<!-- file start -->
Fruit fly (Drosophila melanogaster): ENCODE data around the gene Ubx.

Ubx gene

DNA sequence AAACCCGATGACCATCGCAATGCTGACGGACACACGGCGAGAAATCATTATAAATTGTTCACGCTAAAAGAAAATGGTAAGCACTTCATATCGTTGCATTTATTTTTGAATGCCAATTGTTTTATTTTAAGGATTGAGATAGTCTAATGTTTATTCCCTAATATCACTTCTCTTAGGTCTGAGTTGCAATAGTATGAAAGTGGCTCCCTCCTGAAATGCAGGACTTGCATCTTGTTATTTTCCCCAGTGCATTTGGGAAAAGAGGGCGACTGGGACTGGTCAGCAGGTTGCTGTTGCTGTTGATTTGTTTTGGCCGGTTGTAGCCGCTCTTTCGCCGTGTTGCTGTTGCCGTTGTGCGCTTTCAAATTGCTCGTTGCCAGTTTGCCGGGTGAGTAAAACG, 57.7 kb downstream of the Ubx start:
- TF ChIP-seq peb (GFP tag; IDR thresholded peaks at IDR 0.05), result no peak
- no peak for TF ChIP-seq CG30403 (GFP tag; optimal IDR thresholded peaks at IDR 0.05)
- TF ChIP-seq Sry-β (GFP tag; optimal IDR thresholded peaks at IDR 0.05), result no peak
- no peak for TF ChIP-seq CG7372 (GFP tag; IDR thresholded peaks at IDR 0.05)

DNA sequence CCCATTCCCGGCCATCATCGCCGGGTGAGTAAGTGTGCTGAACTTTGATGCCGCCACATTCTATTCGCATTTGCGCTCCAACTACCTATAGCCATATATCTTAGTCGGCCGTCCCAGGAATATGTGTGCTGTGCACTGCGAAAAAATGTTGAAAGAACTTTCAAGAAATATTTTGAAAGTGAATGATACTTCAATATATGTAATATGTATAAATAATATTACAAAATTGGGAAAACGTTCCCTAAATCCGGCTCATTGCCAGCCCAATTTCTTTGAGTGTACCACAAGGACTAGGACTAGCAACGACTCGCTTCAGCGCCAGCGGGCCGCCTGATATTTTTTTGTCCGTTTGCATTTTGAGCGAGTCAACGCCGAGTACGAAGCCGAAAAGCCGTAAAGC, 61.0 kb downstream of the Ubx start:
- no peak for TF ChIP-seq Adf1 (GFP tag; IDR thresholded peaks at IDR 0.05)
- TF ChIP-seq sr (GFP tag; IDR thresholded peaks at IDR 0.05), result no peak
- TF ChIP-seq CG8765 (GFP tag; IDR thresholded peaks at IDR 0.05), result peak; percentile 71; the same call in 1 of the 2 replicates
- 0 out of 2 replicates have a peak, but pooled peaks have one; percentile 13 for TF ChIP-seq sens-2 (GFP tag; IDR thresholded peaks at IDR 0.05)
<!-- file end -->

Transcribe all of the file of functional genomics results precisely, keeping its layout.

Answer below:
Fruit fly (Drosophila melanogaster): ENCODE data around the gene Ubx.

Ubx gene

DNA sequence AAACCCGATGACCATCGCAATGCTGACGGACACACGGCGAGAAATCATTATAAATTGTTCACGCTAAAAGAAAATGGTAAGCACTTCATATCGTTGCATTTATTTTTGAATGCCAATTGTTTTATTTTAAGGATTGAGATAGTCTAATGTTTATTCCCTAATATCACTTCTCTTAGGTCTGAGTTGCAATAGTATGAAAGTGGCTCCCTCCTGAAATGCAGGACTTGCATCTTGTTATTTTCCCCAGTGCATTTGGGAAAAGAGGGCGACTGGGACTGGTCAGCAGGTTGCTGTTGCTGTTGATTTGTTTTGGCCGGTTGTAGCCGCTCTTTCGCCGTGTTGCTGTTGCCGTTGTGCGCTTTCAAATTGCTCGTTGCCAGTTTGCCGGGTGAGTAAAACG, 57.7 kb downstream of the Ubx start:
- TF ChIP-seq peb (GFP tag; IDR thresholded peaks at IDR 0.05), result no peak
- no peak for TF ChIP-seq CG30403 (GFP tag; optimal IDR thresholded peaks at IDR 0.05)
- TF ChIP-seq Sry-β (GFP tag; optimal IDR thresholded peaks at IDR 0.05), result no peak
- no peak for TF ChIP-seq CG7372 (GFP tag; IDR thresholded peaks at IDR 0.05)

DNA sequence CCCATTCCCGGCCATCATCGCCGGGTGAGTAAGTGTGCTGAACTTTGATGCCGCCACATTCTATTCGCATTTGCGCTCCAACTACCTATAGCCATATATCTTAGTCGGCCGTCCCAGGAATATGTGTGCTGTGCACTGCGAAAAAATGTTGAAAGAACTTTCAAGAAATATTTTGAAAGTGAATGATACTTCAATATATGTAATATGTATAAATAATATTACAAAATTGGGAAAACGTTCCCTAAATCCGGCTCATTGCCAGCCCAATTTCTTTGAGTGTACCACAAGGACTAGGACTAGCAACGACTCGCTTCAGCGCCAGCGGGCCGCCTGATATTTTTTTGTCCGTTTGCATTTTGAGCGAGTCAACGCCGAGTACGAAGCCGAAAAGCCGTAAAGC, 61.0 kb downstream of the Ubx start:
- no peak for TF ChIP-seq Adf1 (GFP tag; IDR thresholded peaks at IDR 0.05)
- TF ChIP-seq sr (GFP tag; IDR thresholded peaks at IDR 0.05), result no peak
- TF ChIP-seq CG8765 (GFP tag; IDR thresholded peaks at IDR 0.05), result peak; percentile 71; the same call in 1 of the 2 replicates
- 0 out of 2 replicates have a peak, but pooled peaks have one; percentile 13 for TF ChIP-seq sens-2 (GFP tag; IDR thresholded peaks at IDR 0.05)